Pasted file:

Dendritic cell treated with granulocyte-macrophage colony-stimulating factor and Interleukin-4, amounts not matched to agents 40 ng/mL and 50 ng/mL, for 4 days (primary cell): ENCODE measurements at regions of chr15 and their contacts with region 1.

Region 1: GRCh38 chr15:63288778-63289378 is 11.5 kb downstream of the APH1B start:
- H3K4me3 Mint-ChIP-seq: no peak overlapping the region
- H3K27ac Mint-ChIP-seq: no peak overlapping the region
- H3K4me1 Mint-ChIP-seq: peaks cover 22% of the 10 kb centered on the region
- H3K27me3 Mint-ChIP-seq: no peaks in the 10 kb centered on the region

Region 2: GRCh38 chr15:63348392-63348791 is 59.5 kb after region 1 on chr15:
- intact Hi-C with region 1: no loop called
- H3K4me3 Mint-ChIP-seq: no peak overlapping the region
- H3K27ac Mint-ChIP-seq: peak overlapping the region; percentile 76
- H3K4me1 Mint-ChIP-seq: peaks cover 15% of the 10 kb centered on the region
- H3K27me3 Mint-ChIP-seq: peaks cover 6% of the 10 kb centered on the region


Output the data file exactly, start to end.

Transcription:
Dendritic cell treated with granulocyte-macrophage colony-stimulating factor and Interleukin-4, amounts not matched to agents 40 ng/mL and 50 ng/mL, for 4 days (primary cell): ENCODE measurements at regions of chr15 and their contacts with region 1.

Region 1: GRCh38 chr15:63288778-63289378 is 11.5 kb downstream of the APH1B start:
- H3K4me3 Mint-ChIP-seq: no peak overlapping the region
- H3K27ac Mint-ChIP-seq: no peak overlapping the region
- H3K4me1 Mint-ChIP-seq: peaks cover 22% of the 10 kb centered on the region
- H3K27me3 Mint-ChIP-seq: no peaks in the 10 kb centered on the region

Region 2: GRCh38 chr15:63348392-63348791 is 59.5 kb after region 1 on chr15:
- intact Hi-C with region 1: no loop called
- H3K4me3 Mint-ChIP-seq: no peak overlapping the region
- H3K27ac Mint-ChIP-seq: peak overlapping the region; percentile 76
- H3K4me1 Mint-ChIP-seq: peaks cover 15% of the 10 kb centered on the region
- H3K27me3 Mint-ChIP-seq: peaks cover 6% of the 10 kb centered on the region